As part of my current writing regimen, one project I’ve added in is to take a random photograph or image from my extensive collection and write a short bit around it.  These will be released every Thursday.  Sometimes I will write about what really happened; other times I’ll have some fun and fictionalize it.  Hope you enjoy.
“Let’s get rid of the pool”.

I was at work when I was first informed of this “idea” by my wife.  It took me completely off guard and honestly I was initially rather upset at the idea.  I liked having a house with a pool.  It was a status symbol to me.  A sign that I had a “respectable house” (whatever that means).  I told Melanie that I would think about it and then get back to her.
What was really bothering me was change.  From our first moments as home owners, it’s felt to me like we were constantly changing the structure involved.  Literally dozens if not hundreds of home improvements have occurred, in both of our properties.  You can look back at some of my earlier blog posts to see the history of that.  I was concerned that this particular request was just another change and I didn’t see the value of it.
Then I received another call, and this one filled in what was really going on.
“I’ve talked to my mother about it, and she doesn’t have the heart to maintain it anymore”.
Even before Melanie’s parents moved in with us in the latter half of 2011, my mother-in-law Doris had shown that she really enjoyed cleaning the pool.  She seemed to find it relaxing; a good way for her to deal with the stresses that affected her life.  My father-in-law Stefan, having an incredible engineering mind, took it upon himself to handle all mechanical and handyman aspects, many of which centered around the pool.
We did work together to close up the pool in the fall of 2011, but the reality is that he did most of the thinking work…I was just grunt labour who unsuccessfully tried to memorize as many details as possible.  He knew there was a good chance he wouldn’t be around to see it’s opening again and that I would need to be ready.  I didn’t have the heart to listen.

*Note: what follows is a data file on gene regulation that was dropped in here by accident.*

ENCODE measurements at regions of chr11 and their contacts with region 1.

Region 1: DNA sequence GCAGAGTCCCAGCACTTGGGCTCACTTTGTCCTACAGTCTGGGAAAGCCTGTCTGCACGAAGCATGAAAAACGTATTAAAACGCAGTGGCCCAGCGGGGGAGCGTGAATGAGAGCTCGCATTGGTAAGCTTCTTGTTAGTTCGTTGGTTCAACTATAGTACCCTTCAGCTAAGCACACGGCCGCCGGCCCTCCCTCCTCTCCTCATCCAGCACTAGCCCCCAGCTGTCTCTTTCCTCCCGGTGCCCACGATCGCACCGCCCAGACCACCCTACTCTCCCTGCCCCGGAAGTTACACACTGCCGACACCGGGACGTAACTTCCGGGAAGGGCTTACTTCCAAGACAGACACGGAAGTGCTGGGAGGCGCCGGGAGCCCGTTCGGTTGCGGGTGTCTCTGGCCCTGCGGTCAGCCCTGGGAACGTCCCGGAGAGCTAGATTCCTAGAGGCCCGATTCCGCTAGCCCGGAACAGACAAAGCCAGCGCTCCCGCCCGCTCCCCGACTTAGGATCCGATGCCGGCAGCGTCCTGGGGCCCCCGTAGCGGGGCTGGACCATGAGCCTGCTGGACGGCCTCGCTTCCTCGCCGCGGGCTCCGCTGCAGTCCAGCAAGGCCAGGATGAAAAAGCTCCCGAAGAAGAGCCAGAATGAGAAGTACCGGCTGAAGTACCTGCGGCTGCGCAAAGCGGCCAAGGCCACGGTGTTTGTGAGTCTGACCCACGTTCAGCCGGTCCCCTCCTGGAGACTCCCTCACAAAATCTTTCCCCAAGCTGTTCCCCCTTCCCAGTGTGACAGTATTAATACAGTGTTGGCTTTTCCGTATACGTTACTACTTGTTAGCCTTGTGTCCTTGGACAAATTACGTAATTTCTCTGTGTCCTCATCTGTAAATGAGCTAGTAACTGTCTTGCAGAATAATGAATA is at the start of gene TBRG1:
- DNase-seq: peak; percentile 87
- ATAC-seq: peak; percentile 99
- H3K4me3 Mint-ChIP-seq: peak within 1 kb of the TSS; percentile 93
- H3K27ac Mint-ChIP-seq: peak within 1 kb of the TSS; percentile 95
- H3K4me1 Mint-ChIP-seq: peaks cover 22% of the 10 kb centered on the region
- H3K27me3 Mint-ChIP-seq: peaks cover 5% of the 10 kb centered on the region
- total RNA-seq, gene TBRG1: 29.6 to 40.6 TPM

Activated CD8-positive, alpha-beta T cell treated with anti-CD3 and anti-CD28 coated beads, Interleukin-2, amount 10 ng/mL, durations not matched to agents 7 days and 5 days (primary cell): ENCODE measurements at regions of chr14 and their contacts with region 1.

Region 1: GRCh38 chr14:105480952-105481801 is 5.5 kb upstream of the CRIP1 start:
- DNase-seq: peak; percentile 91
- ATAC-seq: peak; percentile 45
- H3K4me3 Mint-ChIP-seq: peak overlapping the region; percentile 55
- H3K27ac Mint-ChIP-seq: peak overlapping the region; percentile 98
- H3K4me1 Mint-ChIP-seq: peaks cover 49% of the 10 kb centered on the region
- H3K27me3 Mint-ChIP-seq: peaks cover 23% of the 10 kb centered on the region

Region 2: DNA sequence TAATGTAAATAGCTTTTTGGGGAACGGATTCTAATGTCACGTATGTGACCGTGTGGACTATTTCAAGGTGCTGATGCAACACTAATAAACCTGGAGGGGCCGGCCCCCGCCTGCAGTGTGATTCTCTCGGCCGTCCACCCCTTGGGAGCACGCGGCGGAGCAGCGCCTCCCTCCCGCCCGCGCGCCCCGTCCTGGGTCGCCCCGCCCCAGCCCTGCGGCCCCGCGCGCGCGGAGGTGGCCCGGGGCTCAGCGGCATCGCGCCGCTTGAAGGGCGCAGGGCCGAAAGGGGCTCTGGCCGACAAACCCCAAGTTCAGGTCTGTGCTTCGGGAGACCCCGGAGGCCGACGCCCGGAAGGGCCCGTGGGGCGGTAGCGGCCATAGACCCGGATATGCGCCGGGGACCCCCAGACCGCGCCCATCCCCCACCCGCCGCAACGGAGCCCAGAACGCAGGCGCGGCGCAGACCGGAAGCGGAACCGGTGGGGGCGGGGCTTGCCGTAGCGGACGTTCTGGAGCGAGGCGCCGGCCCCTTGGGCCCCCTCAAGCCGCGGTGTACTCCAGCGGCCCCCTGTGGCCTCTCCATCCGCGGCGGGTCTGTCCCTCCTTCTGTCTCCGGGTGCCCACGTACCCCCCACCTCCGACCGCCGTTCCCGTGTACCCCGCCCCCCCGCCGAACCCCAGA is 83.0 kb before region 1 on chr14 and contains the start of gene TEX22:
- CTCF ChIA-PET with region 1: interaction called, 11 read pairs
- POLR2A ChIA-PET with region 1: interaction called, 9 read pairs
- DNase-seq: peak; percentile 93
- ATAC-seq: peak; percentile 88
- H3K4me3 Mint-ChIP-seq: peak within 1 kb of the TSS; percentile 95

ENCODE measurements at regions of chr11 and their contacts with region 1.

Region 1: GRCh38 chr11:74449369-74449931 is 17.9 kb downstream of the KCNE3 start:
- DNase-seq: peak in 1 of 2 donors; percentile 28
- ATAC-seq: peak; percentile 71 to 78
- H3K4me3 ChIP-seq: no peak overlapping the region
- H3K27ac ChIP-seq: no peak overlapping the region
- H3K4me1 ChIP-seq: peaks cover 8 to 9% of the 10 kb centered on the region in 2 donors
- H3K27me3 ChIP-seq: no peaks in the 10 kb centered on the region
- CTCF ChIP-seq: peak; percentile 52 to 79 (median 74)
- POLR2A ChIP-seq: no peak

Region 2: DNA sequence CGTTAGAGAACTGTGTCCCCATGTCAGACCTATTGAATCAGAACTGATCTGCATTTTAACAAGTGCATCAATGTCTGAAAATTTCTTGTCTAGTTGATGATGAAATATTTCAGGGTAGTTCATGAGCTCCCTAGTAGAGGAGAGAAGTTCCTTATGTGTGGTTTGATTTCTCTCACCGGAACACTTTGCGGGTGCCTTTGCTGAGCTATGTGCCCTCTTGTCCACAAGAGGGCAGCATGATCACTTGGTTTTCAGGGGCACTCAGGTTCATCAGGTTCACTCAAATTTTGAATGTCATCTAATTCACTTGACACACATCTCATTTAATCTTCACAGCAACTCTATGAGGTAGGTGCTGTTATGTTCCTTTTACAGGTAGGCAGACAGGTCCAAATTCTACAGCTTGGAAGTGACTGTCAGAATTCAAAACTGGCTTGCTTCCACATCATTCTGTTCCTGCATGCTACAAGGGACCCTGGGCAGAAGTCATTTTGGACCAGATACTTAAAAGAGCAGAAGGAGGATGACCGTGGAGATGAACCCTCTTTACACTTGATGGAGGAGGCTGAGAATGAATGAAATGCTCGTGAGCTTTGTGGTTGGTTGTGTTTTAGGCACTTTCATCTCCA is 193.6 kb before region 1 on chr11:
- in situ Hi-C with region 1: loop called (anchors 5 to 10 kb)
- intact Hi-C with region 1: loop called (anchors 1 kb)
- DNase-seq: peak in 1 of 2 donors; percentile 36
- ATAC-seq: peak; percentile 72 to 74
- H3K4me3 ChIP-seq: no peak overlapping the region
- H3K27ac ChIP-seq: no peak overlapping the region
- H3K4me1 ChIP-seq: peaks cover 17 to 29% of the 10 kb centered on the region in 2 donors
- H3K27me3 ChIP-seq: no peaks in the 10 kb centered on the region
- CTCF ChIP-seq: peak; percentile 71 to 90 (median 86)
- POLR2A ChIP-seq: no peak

When we lost Stefan to cancer in the first half of 2012 it hit everybody hard on many levels.  We all tried to regroup and help each other but nerves were frayed and sensitive.  I was pretty numb for a lot of it and just wanted to be able to keep calm so that I could attempt to keep everyone else calm.  Taking on a new major project seemed contrary to this. 
When Melanie explained what she meant about her mother not wanting to maintain it anymore I almost cried.  My brave face was cracking.  The reality was, a pool takes a lot of work to maintain.  My commuting lifestyle; being out of the house from 7am to 6pm leaves only a small window of opportunity for chlorination, vacuuming, backwashing and a variety of other tasks.  It was too much.  I couldn’t do it, and I had been leaning on the idea of Doris keeping it going.  That in hindsight was rather unfair of me, but as I mentioned before I was feeling rather numb at the time.
I realized that holding onto the pool made no sense.  We didn’t have the budget to hire somebody to take care of it.  Plus we live only a short walk from Lake Simcoe so we have access to a beach.  It was time to let the pool go.
Melanie posted a message on Kajiji stating that the pool was free to take away, only we would ask for some soil in return as the pool was partially sunk into the ground.  We got a taker the very same day that the message went in and that weekend saw the work begin.  The pools new owner, Dave, was a biker and truckdriver who had an astonishing similarity to my own father (also named Dave).  He showed up with his truck and really not enough landfill, but that wasn’t his fault…we had miscalculated how much was needed.
It took two days to get it all out.  Then another month to get the land around it all flattened out.  We’ve planted a couple apple trees and have placed the kids trampoline in the area where the pool was.  I’m still taking apart the deck.  It’s now an unsafe structure for our kids so I want to cut back its dimensions to end where the trampoline starts.

As 2012 draws closer to a close I can be thankful for this particular project.  The idea of closing the pool now, after everything that has happened would have been dreadful for everyone.  One less project for me…one less heartache for all.

October 11, 2012 11:58pm